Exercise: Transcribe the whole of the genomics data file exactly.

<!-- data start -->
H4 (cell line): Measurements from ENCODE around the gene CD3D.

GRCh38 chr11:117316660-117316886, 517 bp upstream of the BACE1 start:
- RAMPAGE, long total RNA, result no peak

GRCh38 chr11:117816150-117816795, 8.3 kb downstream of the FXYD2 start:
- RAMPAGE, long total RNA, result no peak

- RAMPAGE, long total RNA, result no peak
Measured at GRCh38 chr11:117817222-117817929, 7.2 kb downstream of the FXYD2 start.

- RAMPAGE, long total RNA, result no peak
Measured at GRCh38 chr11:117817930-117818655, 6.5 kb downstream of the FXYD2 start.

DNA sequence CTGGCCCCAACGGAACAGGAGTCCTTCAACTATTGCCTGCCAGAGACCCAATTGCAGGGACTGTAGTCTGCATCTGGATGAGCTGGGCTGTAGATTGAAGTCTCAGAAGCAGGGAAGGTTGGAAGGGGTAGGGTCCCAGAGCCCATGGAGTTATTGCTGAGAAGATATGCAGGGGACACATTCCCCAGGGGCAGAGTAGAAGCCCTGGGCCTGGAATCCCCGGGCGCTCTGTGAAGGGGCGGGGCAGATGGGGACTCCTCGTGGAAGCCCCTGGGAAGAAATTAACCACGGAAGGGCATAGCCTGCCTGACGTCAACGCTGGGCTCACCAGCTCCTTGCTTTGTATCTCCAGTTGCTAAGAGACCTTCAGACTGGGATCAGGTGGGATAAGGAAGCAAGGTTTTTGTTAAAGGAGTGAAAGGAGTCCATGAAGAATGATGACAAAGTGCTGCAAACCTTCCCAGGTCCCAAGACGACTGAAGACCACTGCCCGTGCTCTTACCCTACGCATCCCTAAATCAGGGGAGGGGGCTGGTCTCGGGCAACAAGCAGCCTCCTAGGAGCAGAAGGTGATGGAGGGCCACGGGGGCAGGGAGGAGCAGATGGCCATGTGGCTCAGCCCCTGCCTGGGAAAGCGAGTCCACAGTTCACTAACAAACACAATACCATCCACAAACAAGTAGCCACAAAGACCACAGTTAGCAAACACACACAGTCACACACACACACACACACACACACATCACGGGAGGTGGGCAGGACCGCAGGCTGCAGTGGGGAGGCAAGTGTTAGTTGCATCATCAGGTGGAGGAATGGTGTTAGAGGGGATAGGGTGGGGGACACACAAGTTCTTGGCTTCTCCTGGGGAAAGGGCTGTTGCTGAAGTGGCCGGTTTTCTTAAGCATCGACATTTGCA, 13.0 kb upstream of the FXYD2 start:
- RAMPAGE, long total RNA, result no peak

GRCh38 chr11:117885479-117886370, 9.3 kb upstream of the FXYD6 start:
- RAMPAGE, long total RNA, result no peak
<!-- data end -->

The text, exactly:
H4 (cell line): Measurements from ENCODE around the gene CD3D.

GRCh38 chr11:117316660-117316886, 517 bp upstream of the BACE1 start:
- RAMPAGE, long total RNA, result no peak

GRCh38 chr11:117816150-117816795, 8.3 kb downstream of the FXYD2 start:
- RAMPAGE, long total RNA, result no peak

- RAMPAGE, long total RNA, result no peak
Measured at GRCh38 chr11:117817222-117817929, 7.2 kb downstream of the FXYD2 start.

- RAMPAGE, long total RNA, result no peak
Measured at GRCh38 chr11:117817930-117818655, 6.5 kb downstream of the FXYD2 start.

DNA sequence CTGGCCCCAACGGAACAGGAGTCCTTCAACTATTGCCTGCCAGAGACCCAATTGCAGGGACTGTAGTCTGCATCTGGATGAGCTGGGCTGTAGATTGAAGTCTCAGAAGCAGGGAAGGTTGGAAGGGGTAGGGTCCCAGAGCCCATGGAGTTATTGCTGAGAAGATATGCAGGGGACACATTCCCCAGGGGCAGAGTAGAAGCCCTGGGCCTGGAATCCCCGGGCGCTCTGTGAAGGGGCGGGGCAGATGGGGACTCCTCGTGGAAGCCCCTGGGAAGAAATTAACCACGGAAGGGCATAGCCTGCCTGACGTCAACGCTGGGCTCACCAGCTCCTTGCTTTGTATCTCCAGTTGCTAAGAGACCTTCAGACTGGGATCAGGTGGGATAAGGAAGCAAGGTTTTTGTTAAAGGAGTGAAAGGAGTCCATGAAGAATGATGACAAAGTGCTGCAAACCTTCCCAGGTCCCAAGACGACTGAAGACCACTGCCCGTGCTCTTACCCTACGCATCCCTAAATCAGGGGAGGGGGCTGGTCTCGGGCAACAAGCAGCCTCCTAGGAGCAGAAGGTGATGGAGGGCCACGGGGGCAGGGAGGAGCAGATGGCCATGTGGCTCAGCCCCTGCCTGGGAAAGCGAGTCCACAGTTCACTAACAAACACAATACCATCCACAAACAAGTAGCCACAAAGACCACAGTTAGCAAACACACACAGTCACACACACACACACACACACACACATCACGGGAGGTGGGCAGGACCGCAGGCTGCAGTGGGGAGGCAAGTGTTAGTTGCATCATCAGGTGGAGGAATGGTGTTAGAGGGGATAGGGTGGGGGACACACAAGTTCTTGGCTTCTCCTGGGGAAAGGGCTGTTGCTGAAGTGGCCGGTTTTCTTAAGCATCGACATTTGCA, 13.0 kb upstream of the FXYD2 start:
- RAMPAGE, long total RNA, result no peak

GRCh38 chr11:117885479-117886370, 9.3 kb upstream of the FXYD6 start:
- RAMPAGE, long total RNA, result no peak